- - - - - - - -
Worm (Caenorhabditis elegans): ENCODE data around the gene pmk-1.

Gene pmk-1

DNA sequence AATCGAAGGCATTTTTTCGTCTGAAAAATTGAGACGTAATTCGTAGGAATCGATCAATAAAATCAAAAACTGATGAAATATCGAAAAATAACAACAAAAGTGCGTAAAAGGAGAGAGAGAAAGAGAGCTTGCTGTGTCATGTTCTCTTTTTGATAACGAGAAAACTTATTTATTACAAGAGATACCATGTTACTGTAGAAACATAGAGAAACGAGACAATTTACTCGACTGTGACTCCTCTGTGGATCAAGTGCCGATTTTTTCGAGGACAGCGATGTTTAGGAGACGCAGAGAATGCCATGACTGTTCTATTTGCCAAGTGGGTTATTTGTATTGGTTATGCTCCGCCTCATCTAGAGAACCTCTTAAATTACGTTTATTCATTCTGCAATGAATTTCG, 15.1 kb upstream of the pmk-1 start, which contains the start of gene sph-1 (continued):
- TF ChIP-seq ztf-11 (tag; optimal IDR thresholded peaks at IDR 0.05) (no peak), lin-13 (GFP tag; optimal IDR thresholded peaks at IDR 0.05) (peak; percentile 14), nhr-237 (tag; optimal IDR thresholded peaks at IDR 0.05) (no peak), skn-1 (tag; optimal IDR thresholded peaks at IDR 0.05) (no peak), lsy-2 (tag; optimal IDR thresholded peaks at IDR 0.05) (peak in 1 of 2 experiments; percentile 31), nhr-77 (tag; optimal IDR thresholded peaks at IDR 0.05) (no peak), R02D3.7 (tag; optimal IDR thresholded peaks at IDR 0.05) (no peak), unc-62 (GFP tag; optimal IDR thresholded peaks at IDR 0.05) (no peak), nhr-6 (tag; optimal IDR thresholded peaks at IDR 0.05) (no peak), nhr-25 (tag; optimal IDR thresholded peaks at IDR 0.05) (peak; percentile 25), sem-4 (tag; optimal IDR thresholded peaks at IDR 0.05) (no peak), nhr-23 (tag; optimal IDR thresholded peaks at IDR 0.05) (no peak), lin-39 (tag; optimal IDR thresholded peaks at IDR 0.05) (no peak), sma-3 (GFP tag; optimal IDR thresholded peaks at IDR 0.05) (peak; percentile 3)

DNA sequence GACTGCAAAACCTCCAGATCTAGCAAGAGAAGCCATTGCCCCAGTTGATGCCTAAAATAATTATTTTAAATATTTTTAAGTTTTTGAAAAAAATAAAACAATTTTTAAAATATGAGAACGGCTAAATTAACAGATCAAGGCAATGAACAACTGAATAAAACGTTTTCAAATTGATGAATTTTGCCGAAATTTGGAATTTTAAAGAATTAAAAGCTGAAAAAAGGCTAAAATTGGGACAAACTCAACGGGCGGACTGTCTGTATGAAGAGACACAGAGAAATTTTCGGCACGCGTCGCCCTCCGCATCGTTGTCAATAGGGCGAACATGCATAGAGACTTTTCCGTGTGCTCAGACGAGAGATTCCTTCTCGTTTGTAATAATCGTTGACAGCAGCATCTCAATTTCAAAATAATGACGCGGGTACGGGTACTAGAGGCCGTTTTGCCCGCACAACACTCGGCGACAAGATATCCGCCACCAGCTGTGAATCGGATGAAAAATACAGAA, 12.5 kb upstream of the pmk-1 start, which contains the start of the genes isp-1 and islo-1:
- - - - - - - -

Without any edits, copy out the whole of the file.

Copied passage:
Worm (Caenorhabditis elegans): ENCODE data around the gene pmk-1.

Gene pmk-1

DNA sequence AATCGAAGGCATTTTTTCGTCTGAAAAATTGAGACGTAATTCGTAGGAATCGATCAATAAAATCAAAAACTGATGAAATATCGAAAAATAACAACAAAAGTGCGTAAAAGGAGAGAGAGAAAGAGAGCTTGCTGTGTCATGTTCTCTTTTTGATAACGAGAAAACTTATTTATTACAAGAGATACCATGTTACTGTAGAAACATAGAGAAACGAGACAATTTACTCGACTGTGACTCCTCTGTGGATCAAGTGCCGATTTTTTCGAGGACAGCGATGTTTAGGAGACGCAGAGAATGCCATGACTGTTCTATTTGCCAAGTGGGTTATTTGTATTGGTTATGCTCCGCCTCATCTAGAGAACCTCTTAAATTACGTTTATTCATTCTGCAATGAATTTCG, 15.1 kb upstream of the pmk-1 start, which contains the start of gene sph-1 (continued):
- TF ChIP-seq ztf-11 (tag; optimal IDR thresholded peaks at IDR 0.05) (no peak), lin-13 (GFP tag; optimal IDR thresholded peaks at IDR 0.05) (peak; percentile 14), nhr-237 (tag; optimal IDR thresholded peaks at IDR 0.05) (no peak), skn-1 (tag; optimal IDR thresholded peaks at IDR 0.05) (no peak), lsy-2 (tag; optimal IDR thresholded peaks at IDR 0.05) (peak in 1 of 2 experiments; percentile 31), nhr-77 (tag; optimal IDR thresholded peaks at IDR 0.05) (no peak), R02D3.7 (tag; optimal IDR thresholded peaks at IDR 0.05) (no peak), unc-62 (GFP tag; optimal IDR thresholded peaks at IDR 0.05) (no peak), nhr-6 (tag; optimal IDR thresholded peaks at IDR 0.05) (no peak), nhr-25 (tag; optimal IDR thresholded peaks at IDR 0.05) (peak; percentile 25), sem-4 (tag; optimal IDR thresholded peaks at IDR 0.05) (no peak), nhr-23 (tag; optimal IDR thresholded peaks at IDR 0.05) (no peak), lin-39 (tag; optimal IDR thresholded peaks at IDR 0.05) (no peak), sma-3 (GFP tag; optimal IDR thresholded peaks at IDR 0.05) (peak; percentile 3)

DNA sequence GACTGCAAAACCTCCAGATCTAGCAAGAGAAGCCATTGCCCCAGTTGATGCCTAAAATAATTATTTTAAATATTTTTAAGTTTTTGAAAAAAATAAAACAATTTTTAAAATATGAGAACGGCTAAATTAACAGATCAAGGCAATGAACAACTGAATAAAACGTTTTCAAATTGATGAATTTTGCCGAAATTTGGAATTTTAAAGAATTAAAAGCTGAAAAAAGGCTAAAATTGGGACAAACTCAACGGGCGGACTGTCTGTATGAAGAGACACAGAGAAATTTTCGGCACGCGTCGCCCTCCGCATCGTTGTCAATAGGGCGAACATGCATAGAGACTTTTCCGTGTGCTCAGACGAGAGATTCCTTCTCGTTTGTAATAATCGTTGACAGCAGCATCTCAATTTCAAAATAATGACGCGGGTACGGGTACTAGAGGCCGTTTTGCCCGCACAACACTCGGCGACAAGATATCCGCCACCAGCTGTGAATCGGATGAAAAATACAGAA, 12.5 kb upstream of the pmk-1 start, which contains the start of the genes isp-1 and islo-1: